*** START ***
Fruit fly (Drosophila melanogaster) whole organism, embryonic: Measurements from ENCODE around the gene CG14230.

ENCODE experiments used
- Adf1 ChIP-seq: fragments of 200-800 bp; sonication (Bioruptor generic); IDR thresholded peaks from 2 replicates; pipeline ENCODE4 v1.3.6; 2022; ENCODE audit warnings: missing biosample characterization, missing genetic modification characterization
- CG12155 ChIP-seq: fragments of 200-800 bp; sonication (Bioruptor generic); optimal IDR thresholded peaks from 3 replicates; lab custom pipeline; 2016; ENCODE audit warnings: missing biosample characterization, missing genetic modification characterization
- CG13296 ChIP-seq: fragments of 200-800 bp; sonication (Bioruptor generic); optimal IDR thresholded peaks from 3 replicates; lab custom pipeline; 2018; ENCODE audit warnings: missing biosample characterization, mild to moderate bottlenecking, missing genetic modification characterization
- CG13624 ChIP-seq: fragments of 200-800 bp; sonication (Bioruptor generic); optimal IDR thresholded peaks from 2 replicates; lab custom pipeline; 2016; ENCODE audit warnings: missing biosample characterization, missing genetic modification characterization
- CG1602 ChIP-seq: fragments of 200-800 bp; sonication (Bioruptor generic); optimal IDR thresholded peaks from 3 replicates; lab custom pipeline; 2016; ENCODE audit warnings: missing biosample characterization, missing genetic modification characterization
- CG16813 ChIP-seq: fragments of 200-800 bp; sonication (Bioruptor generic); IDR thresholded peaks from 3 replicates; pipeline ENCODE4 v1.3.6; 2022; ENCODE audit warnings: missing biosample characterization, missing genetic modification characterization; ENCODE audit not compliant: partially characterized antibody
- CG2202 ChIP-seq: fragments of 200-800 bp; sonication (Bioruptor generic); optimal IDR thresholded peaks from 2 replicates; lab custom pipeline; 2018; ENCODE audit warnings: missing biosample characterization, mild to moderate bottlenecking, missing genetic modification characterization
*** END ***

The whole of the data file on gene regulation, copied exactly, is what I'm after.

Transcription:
Fruit fly (Drosophila melanogaster) whole organism, embryonic: Measurements from ENCODE around the gene CG14230.

ENCODE experiments used
- Adf1 ChIP-seq: fragments of 200-800 bp; sonication (Bioruptor generic); IDR thresholded peaks from 2 replicates; pipeline ENCODE4 v1.3.6; 2022; ENCODE audit warnings: missing biosample characterization, missing genetic modification characterization
- CG12155 ChIP-seq: fragments of 200-800 bp; sonication (Bioruptor generic); optimal IDR thresholded peaks from 3 replicates; lab custom pipeline; 2016; ENCODE audit warnings: missing biosample characterization, missing genetic modification characterization
- CG13296 ChIP-seq: fragments of 200-800 bp; sonication (Bioruptor generic); optimal IDR thresholded peaks from 3 replicates; lab custom pipeline; 2018; ENCODE audit warnings: missing biosample characterization, mild to moderate bottlenecking, missing genetic modification characterization
- CG13624 ChIP-seq: fragments of 200-800 bp; sonication (Bioruptor generic); optimal IDR thresholded peaks from 2 replicates; lab custom pipeline; 2016; ENCODE audit warnings: missing biosample characterization, missing genetic modification characterization
- CG1602 ChIP-seq: fragments of 200-800 bp; sonication (Bioruptor generic); optimal IDR thresholded peaks from 3 replicates; lab custom pipeline; 2016; ENCODE audit warnings: missing biosample characterization, missing genetic modification characterization
- CG16813 ChIP-seq: fragments of 200-800 bp; sonication (Bioruptor generic); IDR thresholded peaks from 3 replicates; pipeline ENCODE4 v1.3.6; 2022; ENCODE audit warnings: missing biosample characterization, missing genetic modification characterization; ENCODE audit not compliant: partially characterized antibody
- CG2202 ChIP-seq: fragments of 200-800 bp; sonication (Bioruptor generic); optimal IDR thresholded peaks from 2 replicates; lab custom pipeline; 2018; ENCODE audit warnings: missing biosample characterization, mild to moderate bottlenecking, missing genetic modification characterization